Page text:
In the Very Midst of Death

I had the privilege of being at my own congregation, Emmaus in South Bend, this past Sunday, and the Holy Gospel (from the historic lectionary) was the “little apocalypse” from St. Luke. It opens with the sobering forewarning of our Lord, that “there will be signs in sun and moon and stars, and on the earth distress of nations in perplexity because of the roaring of the sea and the waves, people fainting with fear and with foreboding of what is coming on the world” (St. Luke 21:25-26). These are familiar words, of course, but it also struck me how apropos and timely they are in this present day and age, all the more so at a time of year when anxiety is at a peak. Not only are the days of December darker and shorter, but the stress of the world’s “holidays” can be particularly hard and taxing on many people, as we are all aware, directly or indirectly.

But what struck me even more poignantly was our Lord’s immediate commentary and catechesis on these distressing occurrences in the world around us (and within): “When these things begin to take place, straighten up and raise your heads, because your Redemption is drawing near” (St. Luke 21:28). These, too, are familiar words, of course, but in hearing them on Sunday they hit me in a way that I hadn’t really caught before. Specifically, our Lord teaches and encourages us to see these distressing and troubling events as a cause for confidence and hope in Him, as a sign of His drawing near, His Advent, His “coming in a cloud with power and great glory” (St. Luke 21:27), not for condemnation but as our Redemption from sin, death, the devil, and hell.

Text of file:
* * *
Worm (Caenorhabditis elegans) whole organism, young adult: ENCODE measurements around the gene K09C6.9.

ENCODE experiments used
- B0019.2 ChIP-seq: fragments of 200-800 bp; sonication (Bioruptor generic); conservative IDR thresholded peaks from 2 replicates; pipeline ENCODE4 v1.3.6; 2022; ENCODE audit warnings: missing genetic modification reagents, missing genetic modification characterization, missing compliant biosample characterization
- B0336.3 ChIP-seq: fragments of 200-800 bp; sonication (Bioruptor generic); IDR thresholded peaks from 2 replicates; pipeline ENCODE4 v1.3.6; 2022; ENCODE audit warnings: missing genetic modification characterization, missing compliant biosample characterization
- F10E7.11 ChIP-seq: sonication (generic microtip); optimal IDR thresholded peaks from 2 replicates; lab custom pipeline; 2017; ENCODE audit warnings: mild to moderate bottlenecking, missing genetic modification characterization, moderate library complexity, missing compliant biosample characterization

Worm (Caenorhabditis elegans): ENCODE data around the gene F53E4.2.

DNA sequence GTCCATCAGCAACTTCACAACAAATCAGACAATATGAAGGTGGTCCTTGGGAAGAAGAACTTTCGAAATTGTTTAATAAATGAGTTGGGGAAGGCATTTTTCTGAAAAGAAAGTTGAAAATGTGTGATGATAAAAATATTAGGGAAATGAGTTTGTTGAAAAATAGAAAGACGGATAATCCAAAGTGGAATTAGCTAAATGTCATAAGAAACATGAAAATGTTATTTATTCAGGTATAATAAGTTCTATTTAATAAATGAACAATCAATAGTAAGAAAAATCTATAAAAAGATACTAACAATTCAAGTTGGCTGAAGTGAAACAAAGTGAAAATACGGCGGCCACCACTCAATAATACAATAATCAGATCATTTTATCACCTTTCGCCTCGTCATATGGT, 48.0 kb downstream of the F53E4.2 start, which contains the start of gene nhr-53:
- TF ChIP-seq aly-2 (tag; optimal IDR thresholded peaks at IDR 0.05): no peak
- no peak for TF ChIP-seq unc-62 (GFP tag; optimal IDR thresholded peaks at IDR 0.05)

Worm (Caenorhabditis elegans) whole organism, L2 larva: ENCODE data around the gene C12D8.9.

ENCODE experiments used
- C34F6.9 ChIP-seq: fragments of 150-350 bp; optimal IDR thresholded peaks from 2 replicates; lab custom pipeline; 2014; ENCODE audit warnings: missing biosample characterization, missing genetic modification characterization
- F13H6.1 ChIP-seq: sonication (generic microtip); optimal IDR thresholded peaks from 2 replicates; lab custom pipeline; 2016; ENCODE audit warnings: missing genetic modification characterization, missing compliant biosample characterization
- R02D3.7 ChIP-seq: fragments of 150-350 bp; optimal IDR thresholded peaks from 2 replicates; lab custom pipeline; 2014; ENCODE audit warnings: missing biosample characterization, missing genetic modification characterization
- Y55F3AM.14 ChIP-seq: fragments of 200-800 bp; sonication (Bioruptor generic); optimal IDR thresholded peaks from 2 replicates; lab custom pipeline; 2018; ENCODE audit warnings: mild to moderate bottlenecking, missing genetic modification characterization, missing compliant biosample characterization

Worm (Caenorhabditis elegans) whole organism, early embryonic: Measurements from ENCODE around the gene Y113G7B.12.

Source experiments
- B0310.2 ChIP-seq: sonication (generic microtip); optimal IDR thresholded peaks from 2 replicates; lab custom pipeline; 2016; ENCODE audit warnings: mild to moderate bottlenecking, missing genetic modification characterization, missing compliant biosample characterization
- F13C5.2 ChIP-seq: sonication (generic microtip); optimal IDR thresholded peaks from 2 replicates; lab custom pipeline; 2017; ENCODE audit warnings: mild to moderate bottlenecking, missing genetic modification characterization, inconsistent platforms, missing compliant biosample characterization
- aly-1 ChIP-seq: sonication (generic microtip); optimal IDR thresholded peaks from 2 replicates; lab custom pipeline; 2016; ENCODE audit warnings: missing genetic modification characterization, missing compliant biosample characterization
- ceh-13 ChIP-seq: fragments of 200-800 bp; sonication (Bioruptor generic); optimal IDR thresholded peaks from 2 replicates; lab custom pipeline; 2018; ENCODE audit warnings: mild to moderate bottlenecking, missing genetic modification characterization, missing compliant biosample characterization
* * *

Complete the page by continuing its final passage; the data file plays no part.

One of Dr. Luther’s many great hymns confesses that, “in the very midst of life, snares of death surround us” (LSB 755. st. 1), and that is most certainly true. Indeed, the whole creation groans under the curse of sin and death; heaven and earth are passing away, and everything in them and of them is perishing. But it is also the case, and even more certainly true – because the Word of the Lord endures forever – that “in the very midst of death, life has us surrounded.” The Sign of the Holy Cross is not our destruction, but our great Salvation, our Exodus from death into Life.

Within our homes and families, within our parishes, and in our neighborhoods and occupations, let our hearts not “be weighed down with dissipation and drunkenness and cares of this life” (St. Luke 21:34), but rather buoyed up with hope in the Word and promise of our Lord. As Israel was caught between the Egyptians and the Red Sea, seemingly doomed and frantic with fear of what was coming upon them, so can we also become anxious and afraid of the looming threats that face us round about. Even the means of escape and deliverance may take the form of towering walls of water on our right and on our left, ready to come crashing down upon us at any time – and in fact intended to drown and destroy the old Adam within us, with all our sin and idolatry.

But the very One who is coming for the final judgment of the living and the dead has already come by the way of His Cross to accomplish His Exodus for the sake of our Salvation. Which is to say that the end of all things, such as we begin to experience even now in this mortal life, is itself the dawning of that great and glorious Day when our Redemption shall be openly manifest. Even now our Savior comes and draws near to us with His Words, which “will not pass away” (St. Luke 21:33), and with the blessed Fruits of His Cross and Passion. He is our Light, our Life, and our Salvation, precisely in the midst of the darkness and death that daily press upon us.

In the very face of death, therefore, lift up your head and behold the light of the revelation of the glory of God in the Face of Jesus Christ. Blessed is He who comes in the Name of the Lord!